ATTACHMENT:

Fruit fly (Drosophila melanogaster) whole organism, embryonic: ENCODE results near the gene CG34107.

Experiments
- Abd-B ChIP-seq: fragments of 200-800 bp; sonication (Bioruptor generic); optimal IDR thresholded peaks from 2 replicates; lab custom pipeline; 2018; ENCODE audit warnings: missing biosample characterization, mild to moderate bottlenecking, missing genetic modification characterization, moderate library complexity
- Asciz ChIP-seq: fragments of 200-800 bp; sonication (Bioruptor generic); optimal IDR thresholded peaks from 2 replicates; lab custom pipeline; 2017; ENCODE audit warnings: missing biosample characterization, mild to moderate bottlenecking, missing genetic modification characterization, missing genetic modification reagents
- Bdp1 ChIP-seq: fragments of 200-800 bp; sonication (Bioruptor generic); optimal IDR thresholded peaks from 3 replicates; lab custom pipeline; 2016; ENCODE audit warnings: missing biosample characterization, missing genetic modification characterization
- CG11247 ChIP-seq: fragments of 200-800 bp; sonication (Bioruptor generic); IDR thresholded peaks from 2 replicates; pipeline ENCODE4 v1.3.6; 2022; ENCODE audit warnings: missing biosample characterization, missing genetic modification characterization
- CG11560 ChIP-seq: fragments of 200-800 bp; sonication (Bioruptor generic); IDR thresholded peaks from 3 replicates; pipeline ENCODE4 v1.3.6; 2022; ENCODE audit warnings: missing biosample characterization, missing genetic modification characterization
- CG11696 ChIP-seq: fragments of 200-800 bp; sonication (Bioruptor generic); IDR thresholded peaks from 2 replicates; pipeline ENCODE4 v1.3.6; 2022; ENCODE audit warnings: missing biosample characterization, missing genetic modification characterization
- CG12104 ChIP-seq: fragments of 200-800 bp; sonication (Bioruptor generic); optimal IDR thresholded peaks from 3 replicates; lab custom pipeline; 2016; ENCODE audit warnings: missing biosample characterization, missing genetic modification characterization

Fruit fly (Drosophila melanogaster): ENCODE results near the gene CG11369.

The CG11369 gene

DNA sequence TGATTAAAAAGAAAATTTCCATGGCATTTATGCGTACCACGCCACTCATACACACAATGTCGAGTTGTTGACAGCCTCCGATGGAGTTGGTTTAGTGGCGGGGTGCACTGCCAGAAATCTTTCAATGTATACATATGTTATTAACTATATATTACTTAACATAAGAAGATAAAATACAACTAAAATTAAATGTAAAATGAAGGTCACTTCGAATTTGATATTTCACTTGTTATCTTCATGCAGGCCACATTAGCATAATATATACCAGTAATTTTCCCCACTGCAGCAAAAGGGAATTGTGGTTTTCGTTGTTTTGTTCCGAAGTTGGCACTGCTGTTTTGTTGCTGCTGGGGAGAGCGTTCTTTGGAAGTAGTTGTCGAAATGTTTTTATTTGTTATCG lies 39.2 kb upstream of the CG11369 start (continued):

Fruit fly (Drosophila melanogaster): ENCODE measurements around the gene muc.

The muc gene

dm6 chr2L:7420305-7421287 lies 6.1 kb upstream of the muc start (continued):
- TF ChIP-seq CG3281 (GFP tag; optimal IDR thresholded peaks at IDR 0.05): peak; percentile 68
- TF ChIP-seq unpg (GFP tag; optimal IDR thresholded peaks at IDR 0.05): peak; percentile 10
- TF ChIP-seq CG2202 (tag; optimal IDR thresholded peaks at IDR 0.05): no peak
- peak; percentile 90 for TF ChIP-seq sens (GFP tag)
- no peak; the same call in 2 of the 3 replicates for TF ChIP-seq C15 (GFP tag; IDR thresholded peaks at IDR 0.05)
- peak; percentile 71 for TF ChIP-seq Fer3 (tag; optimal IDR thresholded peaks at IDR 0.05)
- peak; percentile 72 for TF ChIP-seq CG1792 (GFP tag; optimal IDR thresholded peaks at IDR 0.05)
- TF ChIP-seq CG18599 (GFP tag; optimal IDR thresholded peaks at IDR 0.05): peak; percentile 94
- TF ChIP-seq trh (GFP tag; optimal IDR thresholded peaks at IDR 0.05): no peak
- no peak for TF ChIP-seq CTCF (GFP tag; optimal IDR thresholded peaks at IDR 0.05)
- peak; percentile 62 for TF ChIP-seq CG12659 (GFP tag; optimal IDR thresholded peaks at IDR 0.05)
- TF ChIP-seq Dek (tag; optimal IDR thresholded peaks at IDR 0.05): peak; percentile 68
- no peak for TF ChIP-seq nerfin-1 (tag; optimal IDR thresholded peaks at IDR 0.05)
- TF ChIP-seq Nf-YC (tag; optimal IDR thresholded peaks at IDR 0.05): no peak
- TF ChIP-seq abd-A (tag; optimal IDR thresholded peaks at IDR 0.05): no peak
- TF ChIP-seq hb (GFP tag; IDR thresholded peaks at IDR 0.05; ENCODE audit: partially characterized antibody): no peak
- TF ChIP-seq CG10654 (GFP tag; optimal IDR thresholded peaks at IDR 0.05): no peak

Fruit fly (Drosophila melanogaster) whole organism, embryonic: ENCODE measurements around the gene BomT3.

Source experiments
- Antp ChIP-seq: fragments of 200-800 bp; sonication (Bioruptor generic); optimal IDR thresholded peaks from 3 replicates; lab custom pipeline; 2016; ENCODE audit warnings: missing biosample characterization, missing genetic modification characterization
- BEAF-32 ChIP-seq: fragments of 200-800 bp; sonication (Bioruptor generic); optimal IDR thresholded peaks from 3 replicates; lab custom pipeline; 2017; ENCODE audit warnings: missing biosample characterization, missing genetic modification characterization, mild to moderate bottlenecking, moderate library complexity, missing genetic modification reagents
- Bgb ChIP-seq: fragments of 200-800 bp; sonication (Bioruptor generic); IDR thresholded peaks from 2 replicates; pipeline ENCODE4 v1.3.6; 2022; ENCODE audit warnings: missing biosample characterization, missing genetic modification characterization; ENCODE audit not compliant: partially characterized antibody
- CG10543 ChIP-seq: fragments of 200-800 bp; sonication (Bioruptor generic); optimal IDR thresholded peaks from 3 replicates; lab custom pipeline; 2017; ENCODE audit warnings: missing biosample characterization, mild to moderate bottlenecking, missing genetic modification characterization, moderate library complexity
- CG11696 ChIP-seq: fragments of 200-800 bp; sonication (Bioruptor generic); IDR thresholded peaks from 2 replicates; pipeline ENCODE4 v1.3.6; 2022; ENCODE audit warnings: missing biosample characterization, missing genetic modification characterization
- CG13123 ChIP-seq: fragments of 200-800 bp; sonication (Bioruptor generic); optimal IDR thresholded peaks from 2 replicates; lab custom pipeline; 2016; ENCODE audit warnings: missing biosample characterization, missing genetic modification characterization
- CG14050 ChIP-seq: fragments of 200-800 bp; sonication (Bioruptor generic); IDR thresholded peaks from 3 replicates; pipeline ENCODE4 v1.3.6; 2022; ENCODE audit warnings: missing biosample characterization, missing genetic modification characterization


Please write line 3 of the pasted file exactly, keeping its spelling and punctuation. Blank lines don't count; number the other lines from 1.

- Abd-B ChIP-seq: fragments of 200-800 bp; sonication (Bioruptor generic); optimal IDR thresholded peaks from 2 replicates; lab custom pipeline; 2018; ENCODE audit warnings: missing biosample characterization, mild to moderate bottlenecking, missing genetic modification characterization, moderate library complexity